The ‘Housing Hub’ website, which is primarily a B2B launch, said it aims to extend involvement over time to consumers and the wider industry, including listings for specialist mortgage advisers.
At present the site lists eight housing associations and mutual lenders, but the BSA is in talks with several other lenders, including a large bank, which will list within the next two months.
The launch lenders are all mutual and include Dudley, Hanley Economic, Ipswich, Leeds, Mansfield, Nationwide, Newbury and Teachers Building Societies.
The BSA’s head of mortgage policy Paul Broadhead (pictured) said in time, the site will ramp up both the number of lenders involved and the information exchange between lenders and housing associations.
The trade body added both shared home ownership and equity loans will increasingly be “key housing options”, particularly for first-timers struggling to raise a deposit.
The Nationwide said the site will offer transparency, allowing product inconsistencies to be identified and give less experienced lenders a resource to help them enter the market.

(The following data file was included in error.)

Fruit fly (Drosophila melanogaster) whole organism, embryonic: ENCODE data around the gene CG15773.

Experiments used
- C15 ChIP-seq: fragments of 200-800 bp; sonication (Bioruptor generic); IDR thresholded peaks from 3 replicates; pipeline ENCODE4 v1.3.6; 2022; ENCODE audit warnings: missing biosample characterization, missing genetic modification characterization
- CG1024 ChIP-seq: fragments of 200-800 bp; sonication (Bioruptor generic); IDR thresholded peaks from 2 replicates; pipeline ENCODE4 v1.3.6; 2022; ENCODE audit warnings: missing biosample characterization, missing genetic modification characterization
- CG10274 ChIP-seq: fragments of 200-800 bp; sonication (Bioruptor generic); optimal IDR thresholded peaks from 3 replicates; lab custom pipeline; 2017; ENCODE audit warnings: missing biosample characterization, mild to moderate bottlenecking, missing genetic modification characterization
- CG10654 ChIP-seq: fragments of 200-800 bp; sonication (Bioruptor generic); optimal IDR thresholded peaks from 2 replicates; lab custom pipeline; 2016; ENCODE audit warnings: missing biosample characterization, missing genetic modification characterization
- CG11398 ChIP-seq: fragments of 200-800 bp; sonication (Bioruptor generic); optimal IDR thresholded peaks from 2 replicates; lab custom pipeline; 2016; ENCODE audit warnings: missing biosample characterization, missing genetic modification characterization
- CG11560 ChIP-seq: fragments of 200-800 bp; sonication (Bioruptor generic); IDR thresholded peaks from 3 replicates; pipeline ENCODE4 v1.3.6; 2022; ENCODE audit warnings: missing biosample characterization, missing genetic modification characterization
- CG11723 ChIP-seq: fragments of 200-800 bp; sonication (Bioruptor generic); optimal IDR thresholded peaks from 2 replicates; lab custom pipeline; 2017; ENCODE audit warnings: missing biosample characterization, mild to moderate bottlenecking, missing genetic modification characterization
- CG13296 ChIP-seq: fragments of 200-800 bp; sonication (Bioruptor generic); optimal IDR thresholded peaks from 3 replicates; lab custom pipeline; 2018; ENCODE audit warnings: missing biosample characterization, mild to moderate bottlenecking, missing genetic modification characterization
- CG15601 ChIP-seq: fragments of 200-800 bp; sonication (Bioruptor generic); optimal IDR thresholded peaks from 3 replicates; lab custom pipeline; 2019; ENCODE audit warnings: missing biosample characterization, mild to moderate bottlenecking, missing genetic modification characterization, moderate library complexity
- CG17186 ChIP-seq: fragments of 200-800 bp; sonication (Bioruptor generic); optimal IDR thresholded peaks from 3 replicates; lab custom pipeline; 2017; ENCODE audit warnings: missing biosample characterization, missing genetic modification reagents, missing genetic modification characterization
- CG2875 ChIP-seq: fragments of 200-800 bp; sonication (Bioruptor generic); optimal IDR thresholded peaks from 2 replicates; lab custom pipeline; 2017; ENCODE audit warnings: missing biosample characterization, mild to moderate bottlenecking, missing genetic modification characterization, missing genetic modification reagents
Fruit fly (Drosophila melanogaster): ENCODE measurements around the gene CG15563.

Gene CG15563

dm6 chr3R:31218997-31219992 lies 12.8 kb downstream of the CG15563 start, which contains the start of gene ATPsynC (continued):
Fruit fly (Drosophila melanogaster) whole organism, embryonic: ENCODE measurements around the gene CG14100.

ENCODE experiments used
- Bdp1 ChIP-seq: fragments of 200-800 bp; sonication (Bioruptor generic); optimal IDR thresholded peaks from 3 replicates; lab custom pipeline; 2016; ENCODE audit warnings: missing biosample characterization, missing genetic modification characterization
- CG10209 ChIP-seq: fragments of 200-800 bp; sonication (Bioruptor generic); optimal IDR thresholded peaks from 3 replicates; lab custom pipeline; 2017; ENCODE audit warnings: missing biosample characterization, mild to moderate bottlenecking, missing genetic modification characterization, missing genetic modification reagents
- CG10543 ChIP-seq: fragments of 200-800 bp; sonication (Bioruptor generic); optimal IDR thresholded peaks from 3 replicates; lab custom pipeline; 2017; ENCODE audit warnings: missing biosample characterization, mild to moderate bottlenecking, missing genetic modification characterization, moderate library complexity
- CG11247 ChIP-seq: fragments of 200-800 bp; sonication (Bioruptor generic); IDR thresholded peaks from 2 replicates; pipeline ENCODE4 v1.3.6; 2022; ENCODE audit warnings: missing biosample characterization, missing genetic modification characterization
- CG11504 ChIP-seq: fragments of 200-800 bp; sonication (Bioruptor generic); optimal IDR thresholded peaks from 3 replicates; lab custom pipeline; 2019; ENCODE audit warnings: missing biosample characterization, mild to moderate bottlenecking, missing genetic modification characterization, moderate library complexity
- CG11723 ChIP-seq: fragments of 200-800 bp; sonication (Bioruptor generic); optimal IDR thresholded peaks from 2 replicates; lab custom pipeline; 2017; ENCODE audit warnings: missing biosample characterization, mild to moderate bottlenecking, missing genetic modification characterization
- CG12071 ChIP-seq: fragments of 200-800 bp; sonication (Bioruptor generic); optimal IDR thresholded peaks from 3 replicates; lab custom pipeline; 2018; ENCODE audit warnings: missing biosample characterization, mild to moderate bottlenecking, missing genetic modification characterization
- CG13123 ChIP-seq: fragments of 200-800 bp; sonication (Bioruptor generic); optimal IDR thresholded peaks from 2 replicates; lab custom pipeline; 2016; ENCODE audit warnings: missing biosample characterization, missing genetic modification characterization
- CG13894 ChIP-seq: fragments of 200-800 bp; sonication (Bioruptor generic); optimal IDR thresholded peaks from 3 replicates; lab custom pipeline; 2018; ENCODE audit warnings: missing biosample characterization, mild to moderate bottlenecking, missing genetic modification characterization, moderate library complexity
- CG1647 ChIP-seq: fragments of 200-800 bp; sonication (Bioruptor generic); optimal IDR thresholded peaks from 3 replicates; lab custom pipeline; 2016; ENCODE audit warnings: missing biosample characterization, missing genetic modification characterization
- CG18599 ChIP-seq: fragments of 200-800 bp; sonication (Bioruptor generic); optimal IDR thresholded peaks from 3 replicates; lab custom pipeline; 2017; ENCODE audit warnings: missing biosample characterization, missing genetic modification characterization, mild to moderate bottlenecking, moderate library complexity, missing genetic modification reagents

Andrew Baddeley-Chappell, head of mortgage strategy and policy at Nationwide, said: “Nationwide is proud to have funded and helped drive this initiative aimed at helping improve how lenders and providers work together.”
Jack Dromey, shadow housing minister, said Labour would support and promote the website, adding: “We don’t yet know what the monitoring plans are yet for the outcomes, but I think this is a very welcome step.”
Plans for the website were first announced last year, although the site has been tweaked to focus on business to business relationships instead of consumers.
Andy Frankish, Mortgage Advice Bureau’s director of new homes, said: “This is another positive sign that the sector is being taken seriously. The thing about affordable housing is that it carries an unwarranted stigma among lenders and mortgage advisers, which the industry needs to get its head around.”
He said the sector is increasingly about professional people who can’t afford to get on the housing ladder without extra support, so raising the profile and recognition of this type of housing is key.